JFS Perspectives

Wednesday, January 16, 2019

Local Photographer’s Goal is to Photograph Every Living Holocaust Survivor

Local Photographer’s Goal is to Photograph Every Living Holocaust Survivor

Denver couple John and Amy Israel Pregulman have made it their mission to photograph as many Holocaust survivors as possible, before it’s too late. This project began in 2015 when John was commissioned to take pictures of survivors for an exhibit at a Holocaust museum in Illinois. After his work there was done, he felt like he needed to continue.

“I went there and took 65 photos in three days and became absolutely enthralled with their attitude, their outlook, and the amazing things they’ve done in their lifetimes, since the war,” he says in a National Public Radio interview.

Not long after he started his independent project, John says he made a disturbing discovery: poverty. “Invariably every time I take a photo, they want to give me something to eat,” John says. But many times, there was nothing to eat. Often, they had unexpected expenses and couldn’t buy groceries.

Until then, Amy says, they were unaware that 35,000 U.S. Holocaust survivors — about a third — live below the poverty line. That’s when they set up their not-for-profit, KAVOD, which gives emergency aid to Holocaust survivors in need. The money usually comes in the form of gift cards, and covers needs like food and medicine, and, recently, hurricane relief aid.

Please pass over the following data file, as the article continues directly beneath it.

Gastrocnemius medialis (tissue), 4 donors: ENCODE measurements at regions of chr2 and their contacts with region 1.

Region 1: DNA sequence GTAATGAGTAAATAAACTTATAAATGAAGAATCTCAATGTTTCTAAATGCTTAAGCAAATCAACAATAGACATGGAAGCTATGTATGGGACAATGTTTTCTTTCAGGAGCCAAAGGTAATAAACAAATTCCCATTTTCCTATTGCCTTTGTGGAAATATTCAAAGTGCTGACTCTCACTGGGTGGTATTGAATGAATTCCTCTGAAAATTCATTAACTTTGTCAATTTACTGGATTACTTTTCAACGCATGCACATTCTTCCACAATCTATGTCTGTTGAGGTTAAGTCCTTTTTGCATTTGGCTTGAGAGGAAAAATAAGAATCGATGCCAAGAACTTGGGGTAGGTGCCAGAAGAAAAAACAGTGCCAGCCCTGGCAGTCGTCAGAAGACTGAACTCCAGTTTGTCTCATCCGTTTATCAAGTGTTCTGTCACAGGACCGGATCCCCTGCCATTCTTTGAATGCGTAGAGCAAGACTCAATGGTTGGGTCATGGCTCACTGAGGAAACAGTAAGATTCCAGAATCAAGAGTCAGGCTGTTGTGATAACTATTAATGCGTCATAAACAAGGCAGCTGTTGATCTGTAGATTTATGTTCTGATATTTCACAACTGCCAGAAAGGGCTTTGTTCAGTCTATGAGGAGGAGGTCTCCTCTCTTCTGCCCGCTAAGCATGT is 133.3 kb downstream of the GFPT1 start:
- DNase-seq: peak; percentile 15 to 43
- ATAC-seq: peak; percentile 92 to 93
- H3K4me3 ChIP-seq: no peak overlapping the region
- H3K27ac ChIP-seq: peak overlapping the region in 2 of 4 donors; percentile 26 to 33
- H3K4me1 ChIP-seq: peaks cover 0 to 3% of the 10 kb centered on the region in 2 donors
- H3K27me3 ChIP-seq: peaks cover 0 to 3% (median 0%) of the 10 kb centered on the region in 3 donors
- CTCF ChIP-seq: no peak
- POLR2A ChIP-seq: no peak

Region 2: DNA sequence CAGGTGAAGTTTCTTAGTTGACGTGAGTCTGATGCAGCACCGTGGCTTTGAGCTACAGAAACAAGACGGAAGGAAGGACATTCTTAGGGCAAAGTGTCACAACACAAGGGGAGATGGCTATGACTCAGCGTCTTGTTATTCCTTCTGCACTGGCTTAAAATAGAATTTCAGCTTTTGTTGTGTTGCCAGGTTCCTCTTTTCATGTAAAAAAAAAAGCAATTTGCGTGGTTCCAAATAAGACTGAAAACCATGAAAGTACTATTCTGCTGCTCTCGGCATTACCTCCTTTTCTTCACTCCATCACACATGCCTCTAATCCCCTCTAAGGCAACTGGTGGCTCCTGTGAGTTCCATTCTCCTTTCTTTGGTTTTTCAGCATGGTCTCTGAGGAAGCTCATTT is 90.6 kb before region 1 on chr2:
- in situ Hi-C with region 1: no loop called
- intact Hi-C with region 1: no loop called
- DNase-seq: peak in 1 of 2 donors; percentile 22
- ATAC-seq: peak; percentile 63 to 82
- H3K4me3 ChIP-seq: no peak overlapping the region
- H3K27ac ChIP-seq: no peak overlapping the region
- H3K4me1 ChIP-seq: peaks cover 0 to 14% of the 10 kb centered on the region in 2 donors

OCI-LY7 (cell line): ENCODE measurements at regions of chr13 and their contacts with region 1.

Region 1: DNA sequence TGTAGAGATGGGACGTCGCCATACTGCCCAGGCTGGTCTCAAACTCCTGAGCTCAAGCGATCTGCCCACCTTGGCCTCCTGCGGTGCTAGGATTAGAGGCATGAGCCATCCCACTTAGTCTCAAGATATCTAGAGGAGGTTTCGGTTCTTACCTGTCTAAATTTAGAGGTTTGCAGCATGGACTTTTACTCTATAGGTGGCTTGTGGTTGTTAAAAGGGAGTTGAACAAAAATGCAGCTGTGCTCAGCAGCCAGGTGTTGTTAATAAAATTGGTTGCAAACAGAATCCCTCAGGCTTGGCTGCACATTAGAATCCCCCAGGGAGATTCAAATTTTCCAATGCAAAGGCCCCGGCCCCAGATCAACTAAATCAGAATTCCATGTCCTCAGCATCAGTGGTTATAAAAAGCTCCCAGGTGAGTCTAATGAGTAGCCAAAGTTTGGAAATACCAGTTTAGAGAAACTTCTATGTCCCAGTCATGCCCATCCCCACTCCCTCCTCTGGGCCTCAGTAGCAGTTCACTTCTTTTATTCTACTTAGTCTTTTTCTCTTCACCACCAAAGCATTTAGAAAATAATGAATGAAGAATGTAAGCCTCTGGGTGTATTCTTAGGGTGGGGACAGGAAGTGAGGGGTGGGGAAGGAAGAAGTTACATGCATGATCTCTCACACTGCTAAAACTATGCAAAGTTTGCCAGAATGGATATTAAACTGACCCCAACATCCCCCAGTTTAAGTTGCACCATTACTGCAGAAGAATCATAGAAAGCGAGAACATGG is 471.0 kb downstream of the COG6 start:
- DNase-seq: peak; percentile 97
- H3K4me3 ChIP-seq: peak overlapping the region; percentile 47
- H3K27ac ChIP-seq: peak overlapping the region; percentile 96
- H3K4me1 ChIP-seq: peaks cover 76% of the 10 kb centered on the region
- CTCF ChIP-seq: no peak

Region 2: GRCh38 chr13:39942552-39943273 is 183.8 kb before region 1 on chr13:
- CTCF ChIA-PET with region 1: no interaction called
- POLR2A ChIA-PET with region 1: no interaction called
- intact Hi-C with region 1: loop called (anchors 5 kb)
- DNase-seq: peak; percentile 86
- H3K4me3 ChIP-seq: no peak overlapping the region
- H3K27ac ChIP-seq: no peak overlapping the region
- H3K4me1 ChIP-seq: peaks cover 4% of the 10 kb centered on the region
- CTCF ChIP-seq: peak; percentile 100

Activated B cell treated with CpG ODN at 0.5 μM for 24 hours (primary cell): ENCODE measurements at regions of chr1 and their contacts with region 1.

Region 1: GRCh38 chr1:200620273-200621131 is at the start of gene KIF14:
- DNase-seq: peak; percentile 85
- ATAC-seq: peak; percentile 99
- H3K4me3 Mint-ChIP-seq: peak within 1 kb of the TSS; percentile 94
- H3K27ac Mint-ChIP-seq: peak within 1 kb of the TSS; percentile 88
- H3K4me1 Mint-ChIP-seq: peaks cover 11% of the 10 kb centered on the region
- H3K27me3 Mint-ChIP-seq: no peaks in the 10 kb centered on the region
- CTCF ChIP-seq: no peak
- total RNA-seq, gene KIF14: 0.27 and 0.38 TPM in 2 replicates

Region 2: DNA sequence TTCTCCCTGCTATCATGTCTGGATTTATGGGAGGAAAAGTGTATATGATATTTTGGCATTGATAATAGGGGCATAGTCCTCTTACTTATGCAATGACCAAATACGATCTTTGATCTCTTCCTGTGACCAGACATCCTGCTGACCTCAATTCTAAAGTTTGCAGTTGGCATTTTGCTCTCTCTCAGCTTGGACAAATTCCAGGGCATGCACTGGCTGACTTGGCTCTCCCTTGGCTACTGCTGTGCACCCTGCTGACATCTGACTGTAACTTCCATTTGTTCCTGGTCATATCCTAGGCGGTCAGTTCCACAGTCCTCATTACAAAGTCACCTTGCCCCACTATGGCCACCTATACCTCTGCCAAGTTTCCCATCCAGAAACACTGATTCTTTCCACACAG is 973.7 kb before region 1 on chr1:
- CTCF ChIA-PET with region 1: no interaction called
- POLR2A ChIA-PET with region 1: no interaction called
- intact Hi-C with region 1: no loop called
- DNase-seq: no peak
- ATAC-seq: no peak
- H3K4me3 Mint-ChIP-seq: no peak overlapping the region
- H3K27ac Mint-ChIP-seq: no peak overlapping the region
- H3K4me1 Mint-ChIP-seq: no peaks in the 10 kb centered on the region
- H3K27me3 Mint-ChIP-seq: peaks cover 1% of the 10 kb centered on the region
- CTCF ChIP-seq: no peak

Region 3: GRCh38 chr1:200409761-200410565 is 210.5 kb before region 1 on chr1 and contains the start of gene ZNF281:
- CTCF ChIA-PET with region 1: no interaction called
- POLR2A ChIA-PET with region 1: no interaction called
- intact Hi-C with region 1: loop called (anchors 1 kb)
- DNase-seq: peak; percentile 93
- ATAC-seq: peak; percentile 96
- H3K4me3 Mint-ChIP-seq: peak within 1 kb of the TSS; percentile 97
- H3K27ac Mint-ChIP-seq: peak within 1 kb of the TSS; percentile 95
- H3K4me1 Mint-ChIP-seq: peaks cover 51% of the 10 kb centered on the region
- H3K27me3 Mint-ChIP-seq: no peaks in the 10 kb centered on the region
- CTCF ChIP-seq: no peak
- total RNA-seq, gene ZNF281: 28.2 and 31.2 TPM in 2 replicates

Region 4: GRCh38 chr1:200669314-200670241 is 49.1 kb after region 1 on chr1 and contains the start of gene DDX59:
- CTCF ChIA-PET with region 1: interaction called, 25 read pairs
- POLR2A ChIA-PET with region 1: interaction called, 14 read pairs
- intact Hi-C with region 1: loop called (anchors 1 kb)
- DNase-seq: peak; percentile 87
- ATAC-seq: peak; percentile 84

KAVOD, the Hebrew word for “dignity,” helps cut through the red tape of getting financial aid, John says. They work through organizations like Jewish Family Service to help survivors. John explains, “All we need to know is: What’s their situation? What do they need? We don’t need to know anything except that they are survivors.”

There’s no gallery, no exhibition, and no fanfare with the photos John takes. He simply gives the photos to the survivors. The only place the 720 pictures are displayed is on his office wall, plastered from ceiling to floor with faces—each one a triumph over history.

John says he sees a transformation in the survivors from before they sit for a photo session to the moment they receive their pictures. “It really gives them a sense of dignity, worth, and happiness to know that people are going to remember them. Their biggest fear is that they’re going to be forgotten.” Each survivor also gets a hand-written personal note from John along with his or her photos, something Amy says helps to create a connection.

John and Amy will be in Boulder on February 20 to take photographs of Holocaust survivors as part of their Photography Legacy Project of Survivors. If you would like more information or know someone who would like to be photographed for this project, please contact the Boulder JFS office at 303.415.1025.

Photos courtesy of John Pregulman.